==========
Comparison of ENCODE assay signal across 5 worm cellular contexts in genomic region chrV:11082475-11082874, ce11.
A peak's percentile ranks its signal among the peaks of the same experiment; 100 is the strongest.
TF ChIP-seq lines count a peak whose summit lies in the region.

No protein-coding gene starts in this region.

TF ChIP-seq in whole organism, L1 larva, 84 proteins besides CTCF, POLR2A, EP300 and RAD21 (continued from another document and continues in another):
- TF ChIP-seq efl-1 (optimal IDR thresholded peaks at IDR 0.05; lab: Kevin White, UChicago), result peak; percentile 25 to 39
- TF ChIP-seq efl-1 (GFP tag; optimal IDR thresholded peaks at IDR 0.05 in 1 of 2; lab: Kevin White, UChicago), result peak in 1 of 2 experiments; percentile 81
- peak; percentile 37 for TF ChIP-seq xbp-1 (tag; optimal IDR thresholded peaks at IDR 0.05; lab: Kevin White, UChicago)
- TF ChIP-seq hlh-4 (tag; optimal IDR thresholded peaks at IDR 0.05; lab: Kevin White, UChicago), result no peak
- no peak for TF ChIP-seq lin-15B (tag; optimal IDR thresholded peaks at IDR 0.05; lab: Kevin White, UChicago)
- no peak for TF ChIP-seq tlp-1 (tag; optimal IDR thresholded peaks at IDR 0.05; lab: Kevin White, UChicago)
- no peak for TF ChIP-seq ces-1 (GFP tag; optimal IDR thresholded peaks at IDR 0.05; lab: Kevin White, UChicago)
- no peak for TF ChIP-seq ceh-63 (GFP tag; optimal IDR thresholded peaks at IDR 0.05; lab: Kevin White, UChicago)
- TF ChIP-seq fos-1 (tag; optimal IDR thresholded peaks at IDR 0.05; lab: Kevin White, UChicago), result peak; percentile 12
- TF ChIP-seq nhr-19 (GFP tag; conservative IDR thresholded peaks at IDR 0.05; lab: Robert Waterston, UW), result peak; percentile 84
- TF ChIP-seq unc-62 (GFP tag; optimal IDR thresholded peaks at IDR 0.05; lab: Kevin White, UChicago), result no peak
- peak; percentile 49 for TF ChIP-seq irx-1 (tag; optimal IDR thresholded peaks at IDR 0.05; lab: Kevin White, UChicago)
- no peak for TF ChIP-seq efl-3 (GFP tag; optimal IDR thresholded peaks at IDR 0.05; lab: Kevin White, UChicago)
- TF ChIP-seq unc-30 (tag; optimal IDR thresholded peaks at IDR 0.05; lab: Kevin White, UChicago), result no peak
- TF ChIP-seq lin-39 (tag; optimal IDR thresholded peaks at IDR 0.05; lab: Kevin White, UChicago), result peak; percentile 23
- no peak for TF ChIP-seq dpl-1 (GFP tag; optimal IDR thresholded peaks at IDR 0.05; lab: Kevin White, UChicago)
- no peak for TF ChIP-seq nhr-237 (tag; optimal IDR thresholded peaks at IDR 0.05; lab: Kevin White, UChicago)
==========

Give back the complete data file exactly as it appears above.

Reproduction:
Comparison of ENCODE assay signal across 5 worm cellular contexts in genomic region chrV:11082475-11082874, ce11.
A peak's percentile ranks its signal among the peaks of the same experiment; 100 is the strongest.
TF ChIP-seq lines count a peak whose summit lies in the region.

No protein-coding gene starts in this region.

TF ChIP-seq in whole organism, L1 larva, 84 proteins besides CTCF, POLR2A, EP300 and RAD21 (continued from another document and continues in another):
- TF ChIP-seq efl-1 (optimal IDR thresholded peaks at IDR 0.05; lab: Kevin White, UChicago), result peak; percentile 25 to 39
- TF ChIP-seq efl-1 (GFP tag; optimal IDR thresholded peaks at IDR 0.05 in 1 of 2; lab: Kevin White, UChicago), result peak in 1 of 2 experiments; percentile 81
- peak; percentile 37 for TF ChIP-seq xbp-1 (tag; optimal IDR thresholded peaks at IDR 0.05; lab: Kevin White, UChicago)
- TF ChIP-seq hlh-4 (tag; optimal IDR thresholded peaks at IDR 0.05; lab: Kevin White, UChicago), result no peak
- no peak for TF ChIP-seq lin-15B (tag; optimal IDR thresholded peaks at IDR 0.05; lab: Kevin White, UChicago)
- no peak for TF ChIP-seq tlp-1 (tag; optimal IDR thresholded peaks at IDR 0.05; lab: Kevin White, UChicago)
- no peak for TF ChIP-seq ces-1 (GFP tag; optimal IDR thresholded peaks at IDR 0.05; lab: Kevin White, UChicago)
- no peak for TF ChIP-seq ceh-63 (GFP tag; optimal IDR thresholded peaks at IDR 0.05; lab: Kevin White, UChicago)
- TF ChIP-seq fos-1 (tag; optimal IDR thresholded peaks at IDR 0.05; lab: Kevin White, UChicago), result peak; percentile 12
- TF ChIP-seq nhr-19 (GFP tag; conservative IDR thresholded peaks at IDR 0.05; lab: Robert Waterston, UW), result peak; percentile 84
- TF ChIP-seq unc-62 (GFP tag; optimal IDR thresholded peaks at IDR 0.05; lab: Kevin White, UChicago), result no peak
- peak; percentile 49 for TF ChIP-seq irx-1 (tag; optimal IDR thresholded peaks at IDR 0.05; lab: Kevin White, UChicago)
- no peak for TF ChIP-seq efl-3 (GFP tag; optimal IDR thresholded peaks at IDR 0.05; lab: Kevin White, UChicago)
- TF ChIP-seq unc-30 (tag; optimal IDR thresholded peaks at IDR 0.05; lab: Kevin White, UChicago), result no peak
- TF ChIP-seq lin-39 (tag; optimal IDR thresholded peaks at IDR 0.05; lab: Kevin White, UChicago), result peak; percentile 23
- no peak for TF ChIP-seq dpl-1 (GFP tag; optimal IDR thresholded peaks at IDR 0.05; lab: Kevin White, UChicago)
- no peak for TF ChIP-seq nhr-237 (tag; optimal IDR thresholded peaks at IDR 0.05; lab: Kevin White, UChicago)